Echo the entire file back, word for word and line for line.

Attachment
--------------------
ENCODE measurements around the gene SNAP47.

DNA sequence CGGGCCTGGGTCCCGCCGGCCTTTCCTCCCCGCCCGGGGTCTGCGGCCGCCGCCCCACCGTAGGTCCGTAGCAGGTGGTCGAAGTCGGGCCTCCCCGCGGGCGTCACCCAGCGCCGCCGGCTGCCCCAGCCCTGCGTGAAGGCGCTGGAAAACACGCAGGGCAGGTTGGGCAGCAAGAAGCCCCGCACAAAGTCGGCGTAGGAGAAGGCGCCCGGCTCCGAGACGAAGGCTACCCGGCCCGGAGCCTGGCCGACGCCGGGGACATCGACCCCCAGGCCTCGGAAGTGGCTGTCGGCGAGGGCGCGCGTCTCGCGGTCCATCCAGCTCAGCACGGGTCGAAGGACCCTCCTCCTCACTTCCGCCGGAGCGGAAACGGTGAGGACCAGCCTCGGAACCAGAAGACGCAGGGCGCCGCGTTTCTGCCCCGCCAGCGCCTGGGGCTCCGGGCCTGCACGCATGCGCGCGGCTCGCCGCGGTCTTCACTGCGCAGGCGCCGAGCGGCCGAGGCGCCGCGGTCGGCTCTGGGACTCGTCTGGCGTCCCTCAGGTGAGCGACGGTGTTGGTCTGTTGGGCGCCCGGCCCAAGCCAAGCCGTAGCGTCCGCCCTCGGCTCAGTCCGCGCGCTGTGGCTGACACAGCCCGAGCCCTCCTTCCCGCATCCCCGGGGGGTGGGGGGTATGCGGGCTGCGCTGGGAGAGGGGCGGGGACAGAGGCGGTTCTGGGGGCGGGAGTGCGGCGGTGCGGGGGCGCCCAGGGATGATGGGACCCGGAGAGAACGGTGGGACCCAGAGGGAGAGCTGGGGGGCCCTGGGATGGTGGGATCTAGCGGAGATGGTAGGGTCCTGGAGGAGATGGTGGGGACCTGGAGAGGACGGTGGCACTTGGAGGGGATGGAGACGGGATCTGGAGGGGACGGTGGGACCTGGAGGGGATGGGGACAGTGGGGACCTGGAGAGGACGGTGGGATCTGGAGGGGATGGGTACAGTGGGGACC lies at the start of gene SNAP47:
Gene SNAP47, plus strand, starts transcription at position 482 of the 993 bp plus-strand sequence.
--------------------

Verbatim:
ENCODE measurements around the gene SNAP47.

DNA sequence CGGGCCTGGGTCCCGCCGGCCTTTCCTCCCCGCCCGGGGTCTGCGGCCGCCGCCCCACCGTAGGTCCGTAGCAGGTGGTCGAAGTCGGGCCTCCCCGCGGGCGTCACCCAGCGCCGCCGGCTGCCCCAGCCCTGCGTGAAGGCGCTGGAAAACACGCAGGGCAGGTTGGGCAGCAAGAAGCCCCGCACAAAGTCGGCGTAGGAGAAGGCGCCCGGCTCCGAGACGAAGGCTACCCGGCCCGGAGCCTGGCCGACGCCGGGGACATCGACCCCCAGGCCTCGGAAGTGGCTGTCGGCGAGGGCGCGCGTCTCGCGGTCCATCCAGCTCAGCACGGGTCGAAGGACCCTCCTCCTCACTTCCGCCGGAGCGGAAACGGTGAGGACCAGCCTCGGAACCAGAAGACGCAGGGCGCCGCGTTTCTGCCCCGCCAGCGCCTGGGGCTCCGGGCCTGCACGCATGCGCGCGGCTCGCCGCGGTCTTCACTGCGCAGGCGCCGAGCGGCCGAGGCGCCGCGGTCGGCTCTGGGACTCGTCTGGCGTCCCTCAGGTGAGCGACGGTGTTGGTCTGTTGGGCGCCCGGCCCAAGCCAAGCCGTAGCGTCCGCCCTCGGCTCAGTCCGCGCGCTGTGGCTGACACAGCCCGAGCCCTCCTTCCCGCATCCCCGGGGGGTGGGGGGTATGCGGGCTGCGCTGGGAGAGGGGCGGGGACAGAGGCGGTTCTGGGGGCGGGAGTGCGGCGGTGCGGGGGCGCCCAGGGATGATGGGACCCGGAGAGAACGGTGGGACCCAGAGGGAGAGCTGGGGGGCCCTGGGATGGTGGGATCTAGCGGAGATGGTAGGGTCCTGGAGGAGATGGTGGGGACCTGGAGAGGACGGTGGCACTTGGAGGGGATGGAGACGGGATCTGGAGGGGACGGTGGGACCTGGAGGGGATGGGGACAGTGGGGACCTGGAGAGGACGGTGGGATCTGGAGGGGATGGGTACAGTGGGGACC lies at the start of gene SNAP47:
Gene SNAP47, plus strand, starts transcription at position 482 of the 993 bp plus-strand sequence.